In the last episode, I wrote two books and chucked them because they sucked, and then I produced a very rough first draft of a Regency romance/fantasy crossover. This, unfortunately, sucked as well. But I could see within it the bones of something that could maybe not suck, so I thought I’d see what I could do to draw that out.
I put the draft novel aside for a month to rest in its juices, and in that month I researched. When writing the first draft I’d based my conception of the world on all the Regency and Regency-set books I’d read: Austen, Heyer, O’Brian. Now I read actual history books: books on Britain and its inhabitants in that interesting time, but also books about the transatlantic slave trade, Chinese emperors and Mughal India. I also read fiction and nonfiction from the actual period (thank you, Gutenberg!) — one of the best parts of writing historical fiction, IMO.
My head brimming with Regency-appropriate slang, I then re-outlined the book and wrote a second draft, cannibalising a fair amount of the first. By mid-2013 I had a complete redrafted manuscript that was as good as I could make it by myself. I wrote a query and synopsis, made a list of agents, and queried the first eight or so on the list.
(There is an additional step I could’ve taken between completing the second draft and querying agents. I should really, if I’d been properly conscientious, have asked a couple of my smart, generous writing friends to beta-read my manuscript, and done another revision pass based on their comments. I didn’t lor. I was too impatient! Anyway, you cannot escape the work that has to be done, as you’ll see later.)
On how I chose agents to query: I looked in the acknowledgments pages of books by authors I liked, who had careers I would like to have, and whose books were similar in some way to mine. I picked out their agents’ names and googled them to see if they were taking new clients, and if they were I added them to my list. Also, kind of randomly, I looked at QueryTracker’s Top 10 Most Queried Agents list and picked a couple to query, on the assumption that all those other queriers must have done their research and known what they were doing.
There are a couple of things I should mention for context, that happened around this time.
In March 2013 I was told that I’d made the final ballot of nominees for the Campbell Award for Best New Writer. You may ask why I got nominated if I felt my career was in such a shambles, or conversely why I felt my career was in such a shambles if I got nominated. But the weird thing about writing/publishing is that all the stuff that people know about is late and external, and all the important stuff is internal and nobody knows about it unless they happen to be sitting next to you or on Gchat when you want to have a moan. So it was very nice to be probably-the-first-Malaysian to be nominated for the Campbell Award based on my short fiction (I haven’t actually checked the nationality of all previous nominees, so I’m guessing), but mostly I was worrying about how to tie together the subplots in Sorcerer and wondering whether “fazed” was a thing in Regency England. (It was not a thing. It’s an American word.)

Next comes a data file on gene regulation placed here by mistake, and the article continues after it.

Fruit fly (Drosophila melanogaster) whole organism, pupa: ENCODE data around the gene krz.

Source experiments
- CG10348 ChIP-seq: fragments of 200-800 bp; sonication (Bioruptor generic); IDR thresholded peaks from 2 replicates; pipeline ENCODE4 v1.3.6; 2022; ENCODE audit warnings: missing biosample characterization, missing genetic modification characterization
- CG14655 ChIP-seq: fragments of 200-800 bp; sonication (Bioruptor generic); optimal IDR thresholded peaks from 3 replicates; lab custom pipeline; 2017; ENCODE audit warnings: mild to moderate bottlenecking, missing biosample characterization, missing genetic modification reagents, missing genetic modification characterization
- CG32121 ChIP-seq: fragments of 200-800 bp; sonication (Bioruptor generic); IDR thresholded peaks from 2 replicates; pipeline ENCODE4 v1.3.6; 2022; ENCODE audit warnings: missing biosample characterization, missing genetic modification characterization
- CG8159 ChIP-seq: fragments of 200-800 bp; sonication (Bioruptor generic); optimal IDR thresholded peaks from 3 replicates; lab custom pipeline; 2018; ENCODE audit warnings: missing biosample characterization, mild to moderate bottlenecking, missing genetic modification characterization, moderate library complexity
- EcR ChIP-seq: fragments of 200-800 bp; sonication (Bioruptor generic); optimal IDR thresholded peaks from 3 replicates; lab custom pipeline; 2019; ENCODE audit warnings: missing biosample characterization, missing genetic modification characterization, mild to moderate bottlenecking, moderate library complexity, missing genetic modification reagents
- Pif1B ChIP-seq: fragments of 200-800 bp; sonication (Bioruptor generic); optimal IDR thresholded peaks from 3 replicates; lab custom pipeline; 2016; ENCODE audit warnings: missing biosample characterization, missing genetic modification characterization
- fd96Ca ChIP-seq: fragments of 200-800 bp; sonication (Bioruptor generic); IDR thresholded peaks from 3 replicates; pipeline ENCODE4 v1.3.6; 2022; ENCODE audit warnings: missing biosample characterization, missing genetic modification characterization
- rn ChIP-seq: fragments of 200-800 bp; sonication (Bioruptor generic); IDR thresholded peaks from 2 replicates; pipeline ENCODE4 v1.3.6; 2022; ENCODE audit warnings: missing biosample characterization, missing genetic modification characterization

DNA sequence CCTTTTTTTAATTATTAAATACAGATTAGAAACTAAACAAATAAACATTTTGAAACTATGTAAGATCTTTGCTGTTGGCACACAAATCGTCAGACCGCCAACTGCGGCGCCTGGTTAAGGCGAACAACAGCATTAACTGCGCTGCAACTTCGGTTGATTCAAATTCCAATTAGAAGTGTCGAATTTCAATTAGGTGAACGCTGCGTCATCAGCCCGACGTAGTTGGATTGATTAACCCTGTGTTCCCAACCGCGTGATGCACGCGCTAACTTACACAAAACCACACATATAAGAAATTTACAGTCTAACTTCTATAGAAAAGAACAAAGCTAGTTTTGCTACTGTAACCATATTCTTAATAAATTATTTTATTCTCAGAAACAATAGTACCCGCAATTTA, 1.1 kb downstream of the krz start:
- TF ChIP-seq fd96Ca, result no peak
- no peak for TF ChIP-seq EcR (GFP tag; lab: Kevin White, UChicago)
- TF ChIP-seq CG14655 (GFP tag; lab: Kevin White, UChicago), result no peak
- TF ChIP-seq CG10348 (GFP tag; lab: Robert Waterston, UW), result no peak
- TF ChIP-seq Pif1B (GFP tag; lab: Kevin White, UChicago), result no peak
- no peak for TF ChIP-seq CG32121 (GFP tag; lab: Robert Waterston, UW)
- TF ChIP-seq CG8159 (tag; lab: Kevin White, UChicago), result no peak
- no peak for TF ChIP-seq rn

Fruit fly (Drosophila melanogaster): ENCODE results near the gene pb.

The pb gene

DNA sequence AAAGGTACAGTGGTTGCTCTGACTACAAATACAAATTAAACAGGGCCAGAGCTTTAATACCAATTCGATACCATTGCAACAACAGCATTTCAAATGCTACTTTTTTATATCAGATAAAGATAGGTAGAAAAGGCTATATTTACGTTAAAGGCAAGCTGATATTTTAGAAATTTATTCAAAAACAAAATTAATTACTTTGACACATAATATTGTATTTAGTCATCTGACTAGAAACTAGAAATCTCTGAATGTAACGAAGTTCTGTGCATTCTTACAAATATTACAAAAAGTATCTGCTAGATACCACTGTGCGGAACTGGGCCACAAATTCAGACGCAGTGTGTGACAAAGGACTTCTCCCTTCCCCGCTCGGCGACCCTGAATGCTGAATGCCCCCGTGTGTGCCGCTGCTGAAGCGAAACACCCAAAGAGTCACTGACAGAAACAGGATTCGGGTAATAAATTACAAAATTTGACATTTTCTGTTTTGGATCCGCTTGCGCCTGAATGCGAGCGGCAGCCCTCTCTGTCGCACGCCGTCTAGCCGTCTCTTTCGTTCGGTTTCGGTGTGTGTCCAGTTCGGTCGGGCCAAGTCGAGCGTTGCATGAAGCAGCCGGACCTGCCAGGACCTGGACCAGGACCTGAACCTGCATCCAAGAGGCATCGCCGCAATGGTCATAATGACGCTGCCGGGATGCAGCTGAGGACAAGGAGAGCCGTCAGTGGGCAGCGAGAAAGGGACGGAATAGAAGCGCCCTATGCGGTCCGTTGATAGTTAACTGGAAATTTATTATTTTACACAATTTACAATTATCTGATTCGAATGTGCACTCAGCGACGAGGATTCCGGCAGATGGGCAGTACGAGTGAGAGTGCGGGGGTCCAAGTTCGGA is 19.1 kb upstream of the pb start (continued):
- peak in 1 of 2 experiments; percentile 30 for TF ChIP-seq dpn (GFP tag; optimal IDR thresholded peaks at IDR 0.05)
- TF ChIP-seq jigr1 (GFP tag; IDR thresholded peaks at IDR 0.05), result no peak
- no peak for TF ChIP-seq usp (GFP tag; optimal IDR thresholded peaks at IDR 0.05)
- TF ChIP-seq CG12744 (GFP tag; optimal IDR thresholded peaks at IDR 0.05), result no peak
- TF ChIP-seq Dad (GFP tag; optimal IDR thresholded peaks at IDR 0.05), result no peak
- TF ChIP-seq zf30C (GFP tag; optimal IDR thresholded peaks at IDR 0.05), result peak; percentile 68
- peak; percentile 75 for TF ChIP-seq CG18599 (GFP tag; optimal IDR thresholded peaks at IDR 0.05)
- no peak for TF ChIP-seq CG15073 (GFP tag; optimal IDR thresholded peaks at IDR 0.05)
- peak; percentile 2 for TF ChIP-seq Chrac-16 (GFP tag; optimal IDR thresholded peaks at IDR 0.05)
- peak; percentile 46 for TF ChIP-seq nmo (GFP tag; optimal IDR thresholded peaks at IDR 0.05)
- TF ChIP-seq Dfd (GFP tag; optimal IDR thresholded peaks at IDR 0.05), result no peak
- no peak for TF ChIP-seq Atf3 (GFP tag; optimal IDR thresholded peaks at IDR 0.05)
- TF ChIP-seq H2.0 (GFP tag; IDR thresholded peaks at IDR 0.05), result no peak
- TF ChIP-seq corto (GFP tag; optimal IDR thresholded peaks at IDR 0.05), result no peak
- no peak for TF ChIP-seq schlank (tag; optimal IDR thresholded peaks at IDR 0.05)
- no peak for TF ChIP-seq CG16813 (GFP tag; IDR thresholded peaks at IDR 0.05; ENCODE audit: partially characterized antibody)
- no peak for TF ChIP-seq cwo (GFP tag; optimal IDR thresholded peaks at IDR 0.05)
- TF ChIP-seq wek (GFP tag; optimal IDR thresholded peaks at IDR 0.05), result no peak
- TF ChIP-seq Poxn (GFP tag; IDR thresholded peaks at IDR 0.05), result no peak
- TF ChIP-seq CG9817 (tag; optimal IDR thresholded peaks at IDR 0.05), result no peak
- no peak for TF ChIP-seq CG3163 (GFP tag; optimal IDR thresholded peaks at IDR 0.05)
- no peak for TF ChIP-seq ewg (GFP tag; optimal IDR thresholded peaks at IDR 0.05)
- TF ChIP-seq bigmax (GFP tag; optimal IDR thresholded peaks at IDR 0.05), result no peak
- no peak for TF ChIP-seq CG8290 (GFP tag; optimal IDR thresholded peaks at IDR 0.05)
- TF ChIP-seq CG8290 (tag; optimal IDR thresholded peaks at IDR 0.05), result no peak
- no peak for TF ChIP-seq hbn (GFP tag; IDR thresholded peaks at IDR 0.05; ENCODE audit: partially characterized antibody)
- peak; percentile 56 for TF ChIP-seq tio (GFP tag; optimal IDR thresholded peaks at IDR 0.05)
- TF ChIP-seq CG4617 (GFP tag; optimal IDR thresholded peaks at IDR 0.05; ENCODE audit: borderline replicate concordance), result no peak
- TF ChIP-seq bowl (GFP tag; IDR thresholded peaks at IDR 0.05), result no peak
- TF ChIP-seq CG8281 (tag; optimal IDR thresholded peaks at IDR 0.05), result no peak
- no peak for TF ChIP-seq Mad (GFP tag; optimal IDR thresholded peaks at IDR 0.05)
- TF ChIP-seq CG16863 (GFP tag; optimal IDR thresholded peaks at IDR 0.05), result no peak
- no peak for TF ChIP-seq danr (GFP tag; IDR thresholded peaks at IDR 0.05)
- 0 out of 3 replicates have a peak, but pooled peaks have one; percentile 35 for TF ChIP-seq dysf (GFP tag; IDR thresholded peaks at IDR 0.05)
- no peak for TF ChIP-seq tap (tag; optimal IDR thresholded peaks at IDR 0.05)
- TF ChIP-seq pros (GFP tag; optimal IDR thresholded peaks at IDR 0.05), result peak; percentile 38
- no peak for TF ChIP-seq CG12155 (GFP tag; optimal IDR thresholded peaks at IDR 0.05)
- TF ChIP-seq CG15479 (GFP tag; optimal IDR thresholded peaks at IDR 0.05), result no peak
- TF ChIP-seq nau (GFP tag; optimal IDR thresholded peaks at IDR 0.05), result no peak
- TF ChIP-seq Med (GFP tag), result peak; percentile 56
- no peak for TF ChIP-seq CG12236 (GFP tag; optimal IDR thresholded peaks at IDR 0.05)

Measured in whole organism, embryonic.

It was good work. Actually I was a lot happier after I got stuck into Sorcerer. The external stuff will come and go, but you can always trust the work.
The second thing is that before I started querying agents, two novelist friends offered to recommend me to their agents/agents they knew. I’d actually already heard from one of these agents by the time I started rolling out the queries, expressing interest in seeing a novel from me if I had one. But listen first ya, don’t start yelling, “How lah like that, I don’t have published novelist friends to recommend me left and right!” (You can start yelling after I’ve explained!)
I was very lucky. The timing worked well: it’s nice to start querying a fantasy novel with a major SFF award nomination in hand. And agents will read recommendations from their clients a bit faster than their other submissions. (They will read all their submissions in the end and judge based on the writing, so it’s really just being fast-tracked through the queue, rather than getting any extra consideration.)
But if you want to know how to (a) get published novelist friends and (b) persuade them to recommend you, this is how it happened for me. I met one of the novelists in fandom and read a lot of her fanfic, and she read some of mine. And I submitted a story to the other when she was the editor of an online zine — before, I think, she’d even sold her book — and she accepted it. Years later, when I was writing Sorcerer, I talked about the fact that I was writing a novel and planned to query agents on my blog/Twitter account/etc.
That’s it. The rest was their own generosity. I didn’t proactively ask my published friends for recommendations to agents, because I figured that if the book was good enough the agents would be interested, and if it wasn’t good enough, all the recommendations in the world were not going to help. And in fact, the agent I ended up with plucked my manuscript out of slush; there was no previous connection or recommendation.
But I am getting ahead of myself! I’ll talk about that in the next post, but for now let’s end on a cliffhanger (!!!) with my queries out there in the world. I find the next part of this story kind of exciting!
Previous Publishing Journey posts
Mission statement: Ten things I believe about writing
Breaking through writer’s block, or, how I started writing and publishing short stories
How I published a short story collection
Writing with a day job, part 1: Why I don’t write full-time
Writing with a day job, part 2: Work/work balance
Networking, part 1: Social media and connection
Networking, part 2: Thoughts on conventions
How I wrote three novels and binned two of them